Francesca Woodman
Space², Providence, Rhode Island (1976)
ARTIST ROOMS Tate and National Galleries of Scotland

© and courtesy Charles Woodman / Estate of Francesca Woodman and DACS, 2022

A photograph can be either a positive or negative image. Most photographs are created using a camera, which uses a lens to focus an object’s visible wavelengths (the light reflected or emitted from it) into a reproduction on a light-sensitive surface of what the human eye would see.

The word photograph was coined in 1839 by Sir John Herschel and is based on the Greek word ‘phos’, meaning ‘light’, and ‘graphê’, meaning ‘drawing’ – so ‘drawing with light.

Types of photography: Non-digital vs. digital

Non-digital photographs are produced using a two-step chemical process: light-sensitive film captures a negative image (colors and lights/darks are inverted) from which a positive image can be made by transferring the negative onto photographic paper (printing).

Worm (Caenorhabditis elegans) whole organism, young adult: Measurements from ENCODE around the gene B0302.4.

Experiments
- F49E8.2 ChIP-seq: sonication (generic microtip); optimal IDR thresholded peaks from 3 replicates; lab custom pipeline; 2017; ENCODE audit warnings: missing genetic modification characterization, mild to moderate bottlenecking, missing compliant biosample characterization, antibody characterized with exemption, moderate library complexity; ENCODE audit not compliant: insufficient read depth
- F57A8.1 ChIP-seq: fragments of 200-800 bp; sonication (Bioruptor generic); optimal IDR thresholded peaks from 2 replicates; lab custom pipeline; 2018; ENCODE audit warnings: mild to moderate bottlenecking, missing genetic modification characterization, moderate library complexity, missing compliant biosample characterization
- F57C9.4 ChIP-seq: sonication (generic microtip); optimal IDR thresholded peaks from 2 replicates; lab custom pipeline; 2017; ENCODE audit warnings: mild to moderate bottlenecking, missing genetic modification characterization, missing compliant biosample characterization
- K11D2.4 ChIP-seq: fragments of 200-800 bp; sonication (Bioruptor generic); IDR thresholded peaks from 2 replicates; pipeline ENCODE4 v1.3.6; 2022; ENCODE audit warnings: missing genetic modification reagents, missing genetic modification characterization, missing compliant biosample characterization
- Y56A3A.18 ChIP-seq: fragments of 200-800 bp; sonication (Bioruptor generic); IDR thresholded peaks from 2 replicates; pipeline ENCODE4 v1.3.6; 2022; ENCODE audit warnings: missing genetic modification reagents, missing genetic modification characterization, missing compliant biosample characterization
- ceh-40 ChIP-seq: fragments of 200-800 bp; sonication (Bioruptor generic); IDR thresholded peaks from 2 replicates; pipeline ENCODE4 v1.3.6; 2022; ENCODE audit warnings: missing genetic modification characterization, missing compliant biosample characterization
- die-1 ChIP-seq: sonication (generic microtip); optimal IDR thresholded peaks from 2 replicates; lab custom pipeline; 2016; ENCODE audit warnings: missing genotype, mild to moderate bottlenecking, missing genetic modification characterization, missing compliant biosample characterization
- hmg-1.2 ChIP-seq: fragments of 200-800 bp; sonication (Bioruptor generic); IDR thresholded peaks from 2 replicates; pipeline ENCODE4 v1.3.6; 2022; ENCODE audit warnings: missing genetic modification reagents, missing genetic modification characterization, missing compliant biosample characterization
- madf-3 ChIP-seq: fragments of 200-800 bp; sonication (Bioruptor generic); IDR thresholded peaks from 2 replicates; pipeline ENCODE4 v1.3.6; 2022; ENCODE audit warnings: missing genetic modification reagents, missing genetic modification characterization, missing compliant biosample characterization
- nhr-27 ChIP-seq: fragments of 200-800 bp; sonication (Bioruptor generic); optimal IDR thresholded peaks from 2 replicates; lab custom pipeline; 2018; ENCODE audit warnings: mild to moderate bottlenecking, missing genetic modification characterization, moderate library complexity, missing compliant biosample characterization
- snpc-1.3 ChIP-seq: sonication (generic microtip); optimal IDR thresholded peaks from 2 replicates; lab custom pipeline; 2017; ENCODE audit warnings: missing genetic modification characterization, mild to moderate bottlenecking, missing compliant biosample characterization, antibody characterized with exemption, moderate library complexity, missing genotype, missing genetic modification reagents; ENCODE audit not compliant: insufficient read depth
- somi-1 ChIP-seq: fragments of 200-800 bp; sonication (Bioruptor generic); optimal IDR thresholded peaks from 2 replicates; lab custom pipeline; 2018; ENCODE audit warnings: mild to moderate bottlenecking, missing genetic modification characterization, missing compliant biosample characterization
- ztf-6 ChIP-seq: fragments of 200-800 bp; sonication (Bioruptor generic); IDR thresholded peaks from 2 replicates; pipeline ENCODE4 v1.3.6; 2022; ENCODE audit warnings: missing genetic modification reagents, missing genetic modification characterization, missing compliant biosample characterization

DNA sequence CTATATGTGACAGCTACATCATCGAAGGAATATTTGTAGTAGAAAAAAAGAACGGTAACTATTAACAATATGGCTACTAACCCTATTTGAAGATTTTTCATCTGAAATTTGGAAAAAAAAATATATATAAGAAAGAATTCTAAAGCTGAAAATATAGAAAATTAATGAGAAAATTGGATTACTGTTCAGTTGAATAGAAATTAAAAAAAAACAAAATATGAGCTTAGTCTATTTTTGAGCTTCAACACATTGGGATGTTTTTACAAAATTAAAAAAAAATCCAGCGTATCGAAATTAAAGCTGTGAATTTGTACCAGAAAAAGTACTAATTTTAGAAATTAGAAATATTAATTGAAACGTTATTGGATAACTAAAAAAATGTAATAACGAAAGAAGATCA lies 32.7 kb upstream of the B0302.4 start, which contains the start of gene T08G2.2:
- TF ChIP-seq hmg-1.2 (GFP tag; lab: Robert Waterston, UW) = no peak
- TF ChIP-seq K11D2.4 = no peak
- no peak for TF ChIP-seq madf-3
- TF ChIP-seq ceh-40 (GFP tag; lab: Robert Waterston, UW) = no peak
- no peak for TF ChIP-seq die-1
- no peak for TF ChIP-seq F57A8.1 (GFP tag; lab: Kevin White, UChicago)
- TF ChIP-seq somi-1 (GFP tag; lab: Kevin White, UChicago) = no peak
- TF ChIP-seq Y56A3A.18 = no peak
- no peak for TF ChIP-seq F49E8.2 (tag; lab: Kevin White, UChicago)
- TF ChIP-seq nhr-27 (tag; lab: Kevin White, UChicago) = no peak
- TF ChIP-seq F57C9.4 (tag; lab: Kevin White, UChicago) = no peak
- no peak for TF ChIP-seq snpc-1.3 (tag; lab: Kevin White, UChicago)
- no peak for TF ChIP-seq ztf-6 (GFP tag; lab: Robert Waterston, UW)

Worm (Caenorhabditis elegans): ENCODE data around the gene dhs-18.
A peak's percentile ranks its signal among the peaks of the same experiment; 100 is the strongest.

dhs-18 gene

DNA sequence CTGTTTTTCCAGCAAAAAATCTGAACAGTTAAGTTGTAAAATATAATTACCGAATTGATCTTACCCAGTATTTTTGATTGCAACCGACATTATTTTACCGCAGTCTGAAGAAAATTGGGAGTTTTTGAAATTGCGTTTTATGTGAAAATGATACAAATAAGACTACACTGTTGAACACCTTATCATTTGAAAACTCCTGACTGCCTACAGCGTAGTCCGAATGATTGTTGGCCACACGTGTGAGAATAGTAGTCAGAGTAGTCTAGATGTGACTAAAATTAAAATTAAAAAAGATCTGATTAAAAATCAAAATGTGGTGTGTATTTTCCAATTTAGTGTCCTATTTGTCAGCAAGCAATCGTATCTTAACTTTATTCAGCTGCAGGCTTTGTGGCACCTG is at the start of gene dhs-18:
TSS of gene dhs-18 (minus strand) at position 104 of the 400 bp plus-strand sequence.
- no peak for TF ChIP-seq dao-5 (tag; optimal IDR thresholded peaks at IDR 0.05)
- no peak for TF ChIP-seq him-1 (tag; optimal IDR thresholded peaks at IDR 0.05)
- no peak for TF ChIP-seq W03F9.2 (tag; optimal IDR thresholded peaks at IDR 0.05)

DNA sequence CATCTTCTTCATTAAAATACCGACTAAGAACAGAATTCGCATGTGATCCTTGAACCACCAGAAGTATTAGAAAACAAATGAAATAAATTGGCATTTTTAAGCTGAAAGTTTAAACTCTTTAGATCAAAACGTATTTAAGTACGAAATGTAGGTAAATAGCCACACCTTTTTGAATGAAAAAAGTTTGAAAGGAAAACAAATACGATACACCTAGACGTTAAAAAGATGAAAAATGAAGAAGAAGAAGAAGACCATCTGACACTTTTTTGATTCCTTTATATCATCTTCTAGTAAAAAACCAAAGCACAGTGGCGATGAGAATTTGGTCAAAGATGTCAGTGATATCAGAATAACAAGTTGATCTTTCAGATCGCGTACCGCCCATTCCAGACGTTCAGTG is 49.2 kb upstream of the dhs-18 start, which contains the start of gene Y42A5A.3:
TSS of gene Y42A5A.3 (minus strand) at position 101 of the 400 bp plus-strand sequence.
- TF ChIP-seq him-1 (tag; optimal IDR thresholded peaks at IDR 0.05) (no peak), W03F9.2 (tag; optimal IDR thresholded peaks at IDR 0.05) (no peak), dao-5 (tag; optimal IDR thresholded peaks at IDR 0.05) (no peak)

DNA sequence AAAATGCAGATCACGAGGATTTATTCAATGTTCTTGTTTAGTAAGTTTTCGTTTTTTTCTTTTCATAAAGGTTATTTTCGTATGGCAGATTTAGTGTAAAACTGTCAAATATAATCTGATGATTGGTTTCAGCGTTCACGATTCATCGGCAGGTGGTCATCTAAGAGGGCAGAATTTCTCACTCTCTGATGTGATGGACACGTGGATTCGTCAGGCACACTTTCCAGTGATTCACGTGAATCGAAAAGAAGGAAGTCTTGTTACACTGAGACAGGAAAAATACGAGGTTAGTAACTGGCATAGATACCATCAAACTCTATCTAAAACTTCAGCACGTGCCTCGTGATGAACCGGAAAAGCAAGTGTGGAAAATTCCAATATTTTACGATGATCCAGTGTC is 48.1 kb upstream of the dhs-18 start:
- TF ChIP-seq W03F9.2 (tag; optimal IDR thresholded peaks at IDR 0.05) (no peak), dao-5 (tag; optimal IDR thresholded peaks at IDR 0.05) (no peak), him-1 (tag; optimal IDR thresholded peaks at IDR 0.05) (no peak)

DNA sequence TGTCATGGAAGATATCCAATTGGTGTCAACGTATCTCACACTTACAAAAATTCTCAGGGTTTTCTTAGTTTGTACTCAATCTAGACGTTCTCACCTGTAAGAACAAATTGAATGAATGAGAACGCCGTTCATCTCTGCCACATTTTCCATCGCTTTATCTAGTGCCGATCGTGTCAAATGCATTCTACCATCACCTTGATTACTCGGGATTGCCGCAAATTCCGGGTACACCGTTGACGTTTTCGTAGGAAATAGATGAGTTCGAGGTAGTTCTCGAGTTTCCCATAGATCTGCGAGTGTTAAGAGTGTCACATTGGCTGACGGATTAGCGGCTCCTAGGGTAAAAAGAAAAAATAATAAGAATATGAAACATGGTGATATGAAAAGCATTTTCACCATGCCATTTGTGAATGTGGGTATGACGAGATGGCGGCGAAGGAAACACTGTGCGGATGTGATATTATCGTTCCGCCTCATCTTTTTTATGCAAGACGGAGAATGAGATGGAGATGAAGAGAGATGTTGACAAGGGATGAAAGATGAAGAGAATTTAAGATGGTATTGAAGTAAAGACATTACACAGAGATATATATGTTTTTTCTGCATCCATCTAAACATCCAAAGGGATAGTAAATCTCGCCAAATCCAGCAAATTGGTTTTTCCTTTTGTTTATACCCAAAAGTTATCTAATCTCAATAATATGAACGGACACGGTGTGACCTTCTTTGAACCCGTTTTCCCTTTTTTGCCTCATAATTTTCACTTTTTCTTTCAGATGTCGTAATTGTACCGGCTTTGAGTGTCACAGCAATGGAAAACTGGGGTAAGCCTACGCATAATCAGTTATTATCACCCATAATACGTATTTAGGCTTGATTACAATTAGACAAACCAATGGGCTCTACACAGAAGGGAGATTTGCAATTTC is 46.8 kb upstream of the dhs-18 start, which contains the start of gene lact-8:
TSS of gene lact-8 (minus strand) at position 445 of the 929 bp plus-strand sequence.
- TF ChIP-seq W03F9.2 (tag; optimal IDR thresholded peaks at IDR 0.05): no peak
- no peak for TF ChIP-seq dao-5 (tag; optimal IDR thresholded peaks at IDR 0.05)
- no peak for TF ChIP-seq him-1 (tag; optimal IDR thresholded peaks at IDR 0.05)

The advent of digital photography has led to the rise of digital prints. These prints are created from stored graphic formats such as JPEG, TIFF, and RAW. These can then be printed out using printers including inkjet printers, dye-sublimation printer, laser printers, and thermal printers. Inkjet prints are sometimes called ‘giclée’ prints.

Photography through time

Eadweard Muybridge Jumping over boy's back (leap-frog). Plate 169 1887

Eadweard Muybridge
Jumping over boy's back (leap-frog). Plate 169 1887
© Corcoran Gallery of Art, Washington, DC

Nineteenth century: Eadweard Muybridge
Born in 1830 – around the same time that photography was invented – Muybridge was one of the early pioneers of photography. Tate’s 2010 Muybridge exhibition explored his important contribution to the development of photography.

Mid twentieth century: William Eggleston

Often described as the godfather of colour photography, and known for his rich and complex images of the American South, William Eggleston is largely credited with establishing the acceptance of colour in fine art photography.

Adam Broomberg, Oliver Chanarin
Political 1 sheet 19 (2010)
Tate

© Adam Broomberg & Oliver Chanarin